Notes: Projects
Progress at the new Berkeley Art Museum, photographed earlier today, 23 July 2014.

Progress at the new Berkeley Art Museum, photographed earlier today, 23 July 2014.

Reliquary.

Reliquary.

Not many writers have the gift of seeing themselves as others see them, and gossips, like critics, can be tolerated, and might even be enjoyed, as piano-players in the fun-house of letters.
Andrew O’Hagan, “Kitty still pines for his dearest Dub,” a review of David Plante, Becoming a Londoner, Bloomsbury, 2013, and Katherine Bucknell, ed., The Animals, Chatto, 2013, London Review of Books, 6 February 2014, page 21.
So many diaries and memoirs keep it zipped, going quiet at the good bits, censoring any scandal, allowing the writer to puff and genuflect and conceal his way to glory.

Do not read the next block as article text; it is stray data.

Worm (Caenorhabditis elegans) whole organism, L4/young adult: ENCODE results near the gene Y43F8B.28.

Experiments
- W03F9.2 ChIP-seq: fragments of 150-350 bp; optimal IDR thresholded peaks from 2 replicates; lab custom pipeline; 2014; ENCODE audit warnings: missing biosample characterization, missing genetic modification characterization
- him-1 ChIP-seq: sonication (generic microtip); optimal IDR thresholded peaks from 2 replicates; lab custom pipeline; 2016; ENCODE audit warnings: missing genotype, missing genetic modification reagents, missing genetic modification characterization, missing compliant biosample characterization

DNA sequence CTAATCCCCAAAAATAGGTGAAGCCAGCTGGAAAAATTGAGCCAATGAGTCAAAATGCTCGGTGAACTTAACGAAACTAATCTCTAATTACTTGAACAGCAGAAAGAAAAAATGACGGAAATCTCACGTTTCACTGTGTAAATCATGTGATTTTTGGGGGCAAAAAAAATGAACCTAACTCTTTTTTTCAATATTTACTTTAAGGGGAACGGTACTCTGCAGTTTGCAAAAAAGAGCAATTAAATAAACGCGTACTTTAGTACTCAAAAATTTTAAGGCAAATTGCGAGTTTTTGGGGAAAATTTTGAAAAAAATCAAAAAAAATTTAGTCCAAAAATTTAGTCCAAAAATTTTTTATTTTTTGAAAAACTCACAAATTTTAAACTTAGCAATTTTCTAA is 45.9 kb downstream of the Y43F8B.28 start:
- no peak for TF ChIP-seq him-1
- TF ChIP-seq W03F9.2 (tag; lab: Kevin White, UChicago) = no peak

O’Hagan, LRB, 6 February 2014, page 21.
Charm may be useful in one’s dealings with others, but it is scarcely useful in one’s dealings with oneself, and has no place in a good diary.
O’Hagan, LRB, 6 February 2014, page 21.
'I felt oh, that I belonged to a little inner circle of people among whom one is famous, and if anyone looked at me as belonging to the little circle he or she might wonder who I was to belong to it.' The notion might seem pathetic but it said to be the hallmark of the true literary gossip.
O’Hagan quoting and commenting on Plante, LRB, 6 February 2014, page 21.
Unlike a good novelist, a good gossip should tell, not show.
O’Hagan, LRB, 6 February 2014, page 22.